Perhaps your skin is irritated. When I think of irritation, I think of contact dermatitis. What you come into contact with can irritate your skin. Irritation registers contact as intrusion; the foreign as flame. The surface of your skin might become rougher as well as itchy. You might scratch your skin because it is itchy; and there is a moment of relief, but then it becomes even itchier. You know this will happen, but you can’t help doing it: because those moments of relief are too precious. The quality of an experience is an experience of rubbing against something other than yourself, but once you are rubbed up the wrong way, it can become a relation you have to your own body. To be irritable is to be easily irritated. Maybe this can be a self-perception: we might feel ourselves to be irritable. Everything rubs us up the wrong way. Or you might by judged as others as irritating. It can be irritating to be judged as irritating! How you are affected by a judgment can be how you fulfill a judgement.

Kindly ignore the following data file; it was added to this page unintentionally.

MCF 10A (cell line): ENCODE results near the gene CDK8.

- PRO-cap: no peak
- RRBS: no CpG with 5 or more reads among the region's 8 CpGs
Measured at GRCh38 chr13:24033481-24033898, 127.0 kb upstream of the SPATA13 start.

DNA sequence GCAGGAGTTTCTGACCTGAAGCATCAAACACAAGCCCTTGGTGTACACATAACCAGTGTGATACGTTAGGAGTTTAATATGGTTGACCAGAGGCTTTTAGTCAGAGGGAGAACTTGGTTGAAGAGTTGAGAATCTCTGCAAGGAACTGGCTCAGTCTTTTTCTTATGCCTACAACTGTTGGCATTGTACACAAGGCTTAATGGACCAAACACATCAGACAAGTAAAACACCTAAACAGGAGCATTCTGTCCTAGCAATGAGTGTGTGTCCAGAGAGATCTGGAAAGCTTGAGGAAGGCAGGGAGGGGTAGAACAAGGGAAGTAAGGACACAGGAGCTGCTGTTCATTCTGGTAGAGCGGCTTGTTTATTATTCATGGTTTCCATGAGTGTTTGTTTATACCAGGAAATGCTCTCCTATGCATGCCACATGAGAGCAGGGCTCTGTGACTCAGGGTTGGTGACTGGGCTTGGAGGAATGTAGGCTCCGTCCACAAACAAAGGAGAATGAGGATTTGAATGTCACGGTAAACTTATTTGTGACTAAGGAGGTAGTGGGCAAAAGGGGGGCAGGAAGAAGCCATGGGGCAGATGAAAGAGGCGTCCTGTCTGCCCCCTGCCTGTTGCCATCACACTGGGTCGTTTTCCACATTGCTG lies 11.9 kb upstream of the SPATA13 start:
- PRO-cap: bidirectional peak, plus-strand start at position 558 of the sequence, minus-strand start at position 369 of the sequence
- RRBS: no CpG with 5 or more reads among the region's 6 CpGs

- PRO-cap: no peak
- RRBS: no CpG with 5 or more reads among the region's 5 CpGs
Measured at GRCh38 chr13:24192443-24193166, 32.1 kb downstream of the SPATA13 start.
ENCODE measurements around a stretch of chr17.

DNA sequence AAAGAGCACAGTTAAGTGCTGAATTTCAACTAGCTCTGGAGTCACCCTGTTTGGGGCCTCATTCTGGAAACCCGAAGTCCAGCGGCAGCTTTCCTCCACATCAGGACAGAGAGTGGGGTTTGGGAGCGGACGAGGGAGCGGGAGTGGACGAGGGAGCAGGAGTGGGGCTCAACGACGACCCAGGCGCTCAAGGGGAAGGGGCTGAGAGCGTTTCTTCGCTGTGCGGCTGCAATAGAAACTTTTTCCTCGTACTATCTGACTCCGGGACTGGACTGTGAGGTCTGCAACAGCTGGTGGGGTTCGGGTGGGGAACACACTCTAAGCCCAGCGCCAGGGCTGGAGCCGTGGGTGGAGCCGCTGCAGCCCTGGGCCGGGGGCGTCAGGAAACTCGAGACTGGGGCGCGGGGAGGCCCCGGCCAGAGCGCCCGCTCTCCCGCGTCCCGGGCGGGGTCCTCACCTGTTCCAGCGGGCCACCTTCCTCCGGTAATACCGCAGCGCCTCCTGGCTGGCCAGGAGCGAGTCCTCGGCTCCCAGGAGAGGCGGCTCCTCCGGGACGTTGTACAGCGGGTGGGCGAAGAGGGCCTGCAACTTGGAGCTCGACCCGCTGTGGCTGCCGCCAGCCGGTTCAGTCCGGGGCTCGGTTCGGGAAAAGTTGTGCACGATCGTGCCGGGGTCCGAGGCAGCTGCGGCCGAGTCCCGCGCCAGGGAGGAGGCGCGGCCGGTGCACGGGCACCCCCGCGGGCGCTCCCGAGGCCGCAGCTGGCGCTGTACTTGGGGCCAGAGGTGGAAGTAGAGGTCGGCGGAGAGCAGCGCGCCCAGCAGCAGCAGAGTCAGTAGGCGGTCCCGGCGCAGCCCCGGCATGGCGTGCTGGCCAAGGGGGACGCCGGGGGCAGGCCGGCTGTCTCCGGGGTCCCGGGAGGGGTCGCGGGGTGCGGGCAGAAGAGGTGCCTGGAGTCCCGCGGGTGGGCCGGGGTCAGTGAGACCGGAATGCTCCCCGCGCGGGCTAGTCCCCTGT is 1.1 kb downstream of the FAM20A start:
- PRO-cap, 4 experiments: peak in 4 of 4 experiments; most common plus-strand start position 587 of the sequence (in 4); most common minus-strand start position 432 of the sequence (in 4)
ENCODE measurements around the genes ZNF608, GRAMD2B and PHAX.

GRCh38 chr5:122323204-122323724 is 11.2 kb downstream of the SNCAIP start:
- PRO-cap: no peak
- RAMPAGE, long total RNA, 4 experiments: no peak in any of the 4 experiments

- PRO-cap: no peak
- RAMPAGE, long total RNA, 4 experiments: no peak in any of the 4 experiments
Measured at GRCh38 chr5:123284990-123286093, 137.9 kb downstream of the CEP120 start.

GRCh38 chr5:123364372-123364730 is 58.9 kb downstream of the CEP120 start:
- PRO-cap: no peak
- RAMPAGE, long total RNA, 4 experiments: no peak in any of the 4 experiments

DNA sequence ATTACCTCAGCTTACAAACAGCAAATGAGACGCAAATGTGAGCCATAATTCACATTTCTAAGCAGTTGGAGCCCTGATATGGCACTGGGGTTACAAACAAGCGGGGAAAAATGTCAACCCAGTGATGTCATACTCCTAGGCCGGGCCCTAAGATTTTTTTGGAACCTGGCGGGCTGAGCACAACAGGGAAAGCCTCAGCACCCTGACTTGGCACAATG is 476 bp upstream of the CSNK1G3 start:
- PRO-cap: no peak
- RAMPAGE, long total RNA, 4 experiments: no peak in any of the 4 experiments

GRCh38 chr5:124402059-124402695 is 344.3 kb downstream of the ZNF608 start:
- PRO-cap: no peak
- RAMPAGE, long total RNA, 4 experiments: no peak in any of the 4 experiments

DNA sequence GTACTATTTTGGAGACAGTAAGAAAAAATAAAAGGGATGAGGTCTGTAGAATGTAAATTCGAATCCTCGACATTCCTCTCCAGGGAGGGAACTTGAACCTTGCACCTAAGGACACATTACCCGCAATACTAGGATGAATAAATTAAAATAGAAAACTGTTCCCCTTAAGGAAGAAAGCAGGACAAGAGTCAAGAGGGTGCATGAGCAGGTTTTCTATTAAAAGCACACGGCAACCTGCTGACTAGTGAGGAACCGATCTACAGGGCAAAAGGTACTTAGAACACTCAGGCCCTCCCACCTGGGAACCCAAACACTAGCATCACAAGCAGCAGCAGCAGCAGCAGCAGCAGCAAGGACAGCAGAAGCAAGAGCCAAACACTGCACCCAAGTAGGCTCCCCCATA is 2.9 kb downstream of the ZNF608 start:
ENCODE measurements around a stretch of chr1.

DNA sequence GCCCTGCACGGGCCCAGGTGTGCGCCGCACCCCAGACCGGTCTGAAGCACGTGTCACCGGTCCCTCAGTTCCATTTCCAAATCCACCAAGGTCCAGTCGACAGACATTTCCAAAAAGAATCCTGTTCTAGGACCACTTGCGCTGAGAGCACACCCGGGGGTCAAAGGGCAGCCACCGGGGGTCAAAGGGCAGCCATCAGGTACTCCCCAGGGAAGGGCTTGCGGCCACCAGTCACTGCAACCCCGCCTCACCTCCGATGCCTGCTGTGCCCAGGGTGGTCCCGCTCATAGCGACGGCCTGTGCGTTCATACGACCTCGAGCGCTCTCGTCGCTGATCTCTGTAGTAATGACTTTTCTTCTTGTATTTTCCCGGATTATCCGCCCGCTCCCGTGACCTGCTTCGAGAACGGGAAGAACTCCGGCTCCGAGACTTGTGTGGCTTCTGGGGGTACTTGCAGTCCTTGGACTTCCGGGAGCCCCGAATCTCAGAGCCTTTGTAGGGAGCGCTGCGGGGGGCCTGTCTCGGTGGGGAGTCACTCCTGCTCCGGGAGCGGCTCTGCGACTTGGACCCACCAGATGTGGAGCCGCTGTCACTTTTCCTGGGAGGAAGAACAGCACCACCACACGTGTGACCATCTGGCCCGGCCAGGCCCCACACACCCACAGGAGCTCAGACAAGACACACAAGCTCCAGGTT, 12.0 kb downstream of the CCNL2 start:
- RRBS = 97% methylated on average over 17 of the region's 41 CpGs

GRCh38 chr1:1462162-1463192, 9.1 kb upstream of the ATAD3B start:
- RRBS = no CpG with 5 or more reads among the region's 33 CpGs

To speak from irritation is to speak from being rubbed up against the world in a certain way. We all know that life is full of mild irritations. Perhaps irritation is a little like infection; things eventually come to a head. There is a point when it all comes out, a tipping point. There are a certain number of times you can be rubbed up the wrong way, before you end up snapping. A snap might only appear to be sudden; a snap is one moment of a longer history of being affected by what you come up against.
Snap: a moment with a history.